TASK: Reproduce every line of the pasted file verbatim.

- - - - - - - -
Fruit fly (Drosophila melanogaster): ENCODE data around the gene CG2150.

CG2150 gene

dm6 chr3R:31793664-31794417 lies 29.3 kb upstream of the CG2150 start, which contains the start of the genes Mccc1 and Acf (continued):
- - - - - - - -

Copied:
Fruit fly (Drosophila melanogaster): ENCODE data around the gene CG2150.

CG2150 gene

dm6 chr3R:31793664-31794417 lies 29.3 kb upstream of the CG2150 start, which contains the start of the genes Mccc1 and Acf (continued):